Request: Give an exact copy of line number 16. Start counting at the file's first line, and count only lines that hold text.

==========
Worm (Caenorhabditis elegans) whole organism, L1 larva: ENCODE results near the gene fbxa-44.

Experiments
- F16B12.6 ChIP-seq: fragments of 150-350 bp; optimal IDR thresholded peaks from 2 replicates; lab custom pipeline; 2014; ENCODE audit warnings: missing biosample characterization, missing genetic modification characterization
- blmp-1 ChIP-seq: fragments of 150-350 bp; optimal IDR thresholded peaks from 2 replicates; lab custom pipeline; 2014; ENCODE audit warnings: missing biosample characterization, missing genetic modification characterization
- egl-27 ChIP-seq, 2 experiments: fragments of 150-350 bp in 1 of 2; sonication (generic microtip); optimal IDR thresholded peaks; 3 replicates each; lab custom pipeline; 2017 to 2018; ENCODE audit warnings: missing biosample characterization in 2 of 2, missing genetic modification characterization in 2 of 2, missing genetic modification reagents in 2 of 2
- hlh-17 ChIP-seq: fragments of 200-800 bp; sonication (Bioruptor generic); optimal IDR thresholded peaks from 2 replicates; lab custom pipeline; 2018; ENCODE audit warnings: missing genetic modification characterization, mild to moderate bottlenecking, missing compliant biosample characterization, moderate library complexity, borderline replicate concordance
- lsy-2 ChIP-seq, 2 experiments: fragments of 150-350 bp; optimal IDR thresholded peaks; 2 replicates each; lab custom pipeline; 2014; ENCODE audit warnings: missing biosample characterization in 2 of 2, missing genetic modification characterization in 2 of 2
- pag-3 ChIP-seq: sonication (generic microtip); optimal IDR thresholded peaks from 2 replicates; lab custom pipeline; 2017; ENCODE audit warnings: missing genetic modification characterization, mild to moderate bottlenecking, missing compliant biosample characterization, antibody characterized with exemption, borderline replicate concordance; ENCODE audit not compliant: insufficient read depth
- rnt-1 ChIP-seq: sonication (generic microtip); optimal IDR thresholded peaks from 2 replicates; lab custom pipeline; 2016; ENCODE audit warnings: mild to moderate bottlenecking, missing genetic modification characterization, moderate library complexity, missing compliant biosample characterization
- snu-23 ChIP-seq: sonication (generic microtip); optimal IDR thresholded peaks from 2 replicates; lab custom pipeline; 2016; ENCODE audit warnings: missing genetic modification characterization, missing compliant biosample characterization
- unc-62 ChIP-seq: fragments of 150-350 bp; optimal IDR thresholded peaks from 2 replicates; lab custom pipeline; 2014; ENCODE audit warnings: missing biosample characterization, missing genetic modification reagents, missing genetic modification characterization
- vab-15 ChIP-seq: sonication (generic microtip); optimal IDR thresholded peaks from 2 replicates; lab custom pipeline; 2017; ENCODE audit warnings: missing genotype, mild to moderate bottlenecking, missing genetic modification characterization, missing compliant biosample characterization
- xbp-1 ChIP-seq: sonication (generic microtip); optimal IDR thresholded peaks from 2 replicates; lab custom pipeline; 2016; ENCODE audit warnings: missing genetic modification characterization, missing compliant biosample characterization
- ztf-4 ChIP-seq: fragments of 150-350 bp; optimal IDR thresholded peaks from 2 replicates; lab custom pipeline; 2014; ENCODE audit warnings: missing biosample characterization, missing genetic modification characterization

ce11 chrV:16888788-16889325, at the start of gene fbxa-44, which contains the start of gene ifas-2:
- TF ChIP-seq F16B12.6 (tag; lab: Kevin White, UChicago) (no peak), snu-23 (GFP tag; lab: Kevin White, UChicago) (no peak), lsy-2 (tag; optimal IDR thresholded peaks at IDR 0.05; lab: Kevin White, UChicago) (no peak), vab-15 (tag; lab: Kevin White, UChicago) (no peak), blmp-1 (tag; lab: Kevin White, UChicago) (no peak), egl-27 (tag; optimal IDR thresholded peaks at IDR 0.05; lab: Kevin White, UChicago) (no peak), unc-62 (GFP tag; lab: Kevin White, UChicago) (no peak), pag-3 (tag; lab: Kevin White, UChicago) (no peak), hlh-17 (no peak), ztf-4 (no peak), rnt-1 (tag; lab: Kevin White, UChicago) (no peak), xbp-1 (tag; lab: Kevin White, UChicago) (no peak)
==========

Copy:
- TF ChIP-seq F16B12.6 (tag; lab: Kevin White, UChicago) (no peak), snu-23 (GFP tag; lab: Kevin White, UChicago) (no peak), lsy-2 (tag; optimal IDR thresholded peaks at IDR 0.05; lab: Kevin White, UChicago) (no peak), vab-15 (tag; lab: Kevin White, UChicago) (no peak), blmp-1 (tag; lab: Kevin White, UChicago) (no peak), egl-27 (tag; optimal IDR thresholded peaks at IDR 0.05; lab: Kevin White, UChicago) (no peak), unc-62 (GFP tag; lab: Kevin White, UChicago) (no peak), pag-3 (tag; lab: Kevin White, UChicago) (no peak), hlh-17 (no peak), ztf-4 (no peak), rnt-1 (tag; lab: Kevin White, UChicago) (no peak), xbp-1 (tag; lab: Kevin White, UChicago) (no peak)